Rembrandt’s Light Exhibition
At the Dulwich Picture Gallery
Rembrandt’s Light is a major exhibition exploring 35 of his greatest paintings, etchings and drawings. London’s moment in the ‘Year of Rembrandt’ will bring together major international loans. Arranged thematically the exhibition will trace Rembrandt’s mastery of light and shadow, revealing how he used both for dramatic effect, from evoking different moods in religious and mythological stories, to depicting raw human emotion in the subjects he knew well... all set against a backdrop of Mylands paints.
The exhibition showcases a new LED Bluetooth lighting system at the Gallery, and leading cinematographer Peter Suschitzky, famed for Star Wars: The Empire Strikes Back; The Rocky Horror Picture Show and Mars Attacks!, will work with the curators to devise an atmospheric visitor experience. Through carefully constructed lighting and innovative design, the exhibition spaces will reflect the variety of Rembrandt’s work, from high-drama and theatricality to the contemplative and spiritual.
Key paintings will demonstrate the influence of contemporary theatre on Rembrandt’s method, including the The Denial of St Peter, 1660 (Rijksmuseum, Amsterdam), where multiple moments of the story are told within a single scene, and The Woman Taken in Adultery, 1644 (The National Gallery, London), where the figures inhabit the temple setting as though they were actors on a stage. ‘Manipulating Light’, the second section of the show, will transport visitors to Rembrandt’s workshop, as witnessed in his drawing The Artist’s Studio, c.1659 (Ashmolean Museum, Oxford). The means by which Rembrandt evoked day and night will be explored in etchings from the Rembrandt House Museum including Student at a Table by Candlelight, c.1642 and Woman with an Arrow c.1661, as well as his only surviving nocturnal painting, Landscape with the Rest on the flight into Egypt, 1647 (National Gallery of Ireland). The penultimate section, ‘The Meditative Mood’, will focus on Rembrandt’s religious and intellectual works. Rembrandt’s ability to create multiple layers of meaning and subtle shifts in mood made his works enduringly popular as tools for private contemplation. In Christ and St Mary Magdalen at the Tomb, 1638 (Royal Collection Trust), the dawn breaking over Jerusalem echoes the dawning recognition between the characters in the scene. A personal entry that Rembrandt made in the Album Amicorum (‘friendship book’) of his influential patron Jan Six, with a drawing of Minerva in her Study, 1652 (Collectie Six, Amsterdam) will also feature. The use of light draws out the symbolism of the goddess’s attributes, while simultaneously flattering the original owner (he, like Minerva was a protector of culture and learning).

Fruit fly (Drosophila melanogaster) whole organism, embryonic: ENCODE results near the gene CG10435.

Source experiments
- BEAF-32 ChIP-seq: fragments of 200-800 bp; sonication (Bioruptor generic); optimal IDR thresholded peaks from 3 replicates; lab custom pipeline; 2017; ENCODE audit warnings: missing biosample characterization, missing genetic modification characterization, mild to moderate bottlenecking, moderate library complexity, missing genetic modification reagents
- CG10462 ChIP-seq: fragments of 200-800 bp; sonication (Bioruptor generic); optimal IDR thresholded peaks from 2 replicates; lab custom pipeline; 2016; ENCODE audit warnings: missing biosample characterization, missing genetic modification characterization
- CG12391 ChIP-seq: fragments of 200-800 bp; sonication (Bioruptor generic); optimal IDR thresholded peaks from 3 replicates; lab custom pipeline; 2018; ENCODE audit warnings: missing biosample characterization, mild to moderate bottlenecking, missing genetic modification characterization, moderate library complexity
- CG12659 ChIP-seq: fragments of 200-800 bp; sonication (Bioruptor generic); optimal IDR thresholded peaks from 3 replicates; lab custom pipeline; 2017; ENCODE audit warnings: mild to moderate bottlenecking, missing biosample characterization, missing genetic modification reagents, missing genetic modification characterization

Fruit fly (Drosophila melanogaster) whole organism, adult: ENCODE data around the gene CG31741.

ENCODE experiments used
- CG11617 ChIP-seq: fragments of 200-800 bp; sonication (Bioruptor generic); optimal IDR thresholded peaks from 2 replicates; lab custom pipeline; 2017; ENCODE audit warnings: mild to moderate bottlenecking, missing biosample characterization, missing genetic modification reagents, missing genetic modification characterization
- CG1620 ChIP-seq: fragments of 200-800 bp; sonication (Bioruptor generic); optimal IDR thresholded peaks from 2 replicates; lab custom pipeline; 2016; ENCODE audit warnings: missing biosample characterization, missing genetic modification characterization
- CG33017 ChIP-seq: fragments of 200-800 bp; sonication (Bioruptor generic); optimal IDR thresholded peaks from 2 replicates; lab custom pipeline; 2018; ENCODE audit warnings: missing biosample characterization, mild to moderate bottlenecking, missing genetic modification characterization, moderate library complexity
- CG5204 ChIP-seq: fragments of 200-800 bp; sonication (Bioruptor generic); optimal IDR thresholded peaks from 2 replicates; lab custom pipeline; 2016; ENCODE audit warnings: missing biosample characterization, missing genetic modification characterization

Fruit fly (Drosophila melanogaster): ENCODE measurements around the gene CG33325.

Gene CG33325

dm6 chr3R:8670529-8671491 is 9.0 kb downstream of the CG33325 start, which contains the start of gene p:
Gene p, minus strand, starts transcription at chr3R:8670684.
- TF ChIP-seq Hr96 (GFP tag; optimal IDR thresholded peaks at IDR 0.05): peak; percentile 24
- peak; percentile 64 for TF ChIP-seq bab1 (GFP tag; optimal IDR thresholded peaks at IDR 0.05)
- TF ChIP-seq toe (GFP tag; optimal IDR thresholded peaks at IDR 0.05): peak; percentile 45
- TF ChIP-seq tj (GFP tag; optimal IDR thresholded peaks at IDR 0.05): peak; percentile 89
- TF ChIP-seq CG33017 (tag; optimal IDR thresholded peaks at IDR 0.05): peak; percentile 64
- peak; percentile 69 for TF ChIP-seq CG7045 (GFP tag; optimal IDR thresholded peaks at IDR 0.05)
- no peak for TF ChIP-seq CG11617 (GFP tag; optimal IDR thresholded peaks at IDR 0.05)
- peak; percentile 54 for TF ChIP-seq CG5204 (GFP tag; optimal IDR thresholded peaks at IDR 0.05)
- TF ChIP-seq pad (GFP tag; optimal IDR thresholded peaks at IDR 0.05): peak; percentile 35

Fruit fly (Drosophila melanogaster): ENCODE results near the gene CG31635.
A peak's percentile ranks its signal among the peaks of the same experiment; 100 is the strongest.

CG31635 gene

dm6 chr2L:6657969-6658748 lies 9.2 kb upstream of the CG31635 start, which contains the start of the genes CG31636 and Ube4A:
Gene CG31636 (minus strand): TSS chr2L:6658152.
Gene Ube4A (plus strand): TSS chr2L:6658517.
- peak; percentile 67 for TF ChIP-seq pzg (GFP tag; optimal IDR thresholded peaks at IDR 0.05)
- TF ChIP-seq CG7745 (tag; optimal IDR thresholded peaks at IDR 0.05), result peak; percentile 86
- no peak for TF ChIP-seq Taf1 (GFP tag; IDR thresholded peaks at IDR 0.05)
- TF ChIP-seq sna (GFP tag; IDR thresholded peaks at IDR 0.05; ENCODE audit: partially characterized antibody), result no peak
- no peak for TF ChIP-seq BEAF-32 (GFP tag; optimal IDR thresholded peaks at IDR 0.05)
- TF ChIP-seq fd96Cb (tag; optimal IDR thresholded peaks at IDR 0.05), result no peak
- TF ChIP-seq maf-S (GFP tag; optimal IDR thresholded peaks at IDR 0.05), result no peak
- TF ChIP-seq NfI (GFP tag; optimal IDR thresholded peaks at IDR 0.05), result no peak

Rembrandt’s Light Exhibition is open 4th October - 2nd February 2020
Gallery Rd, Dulwich, London SE21 7AD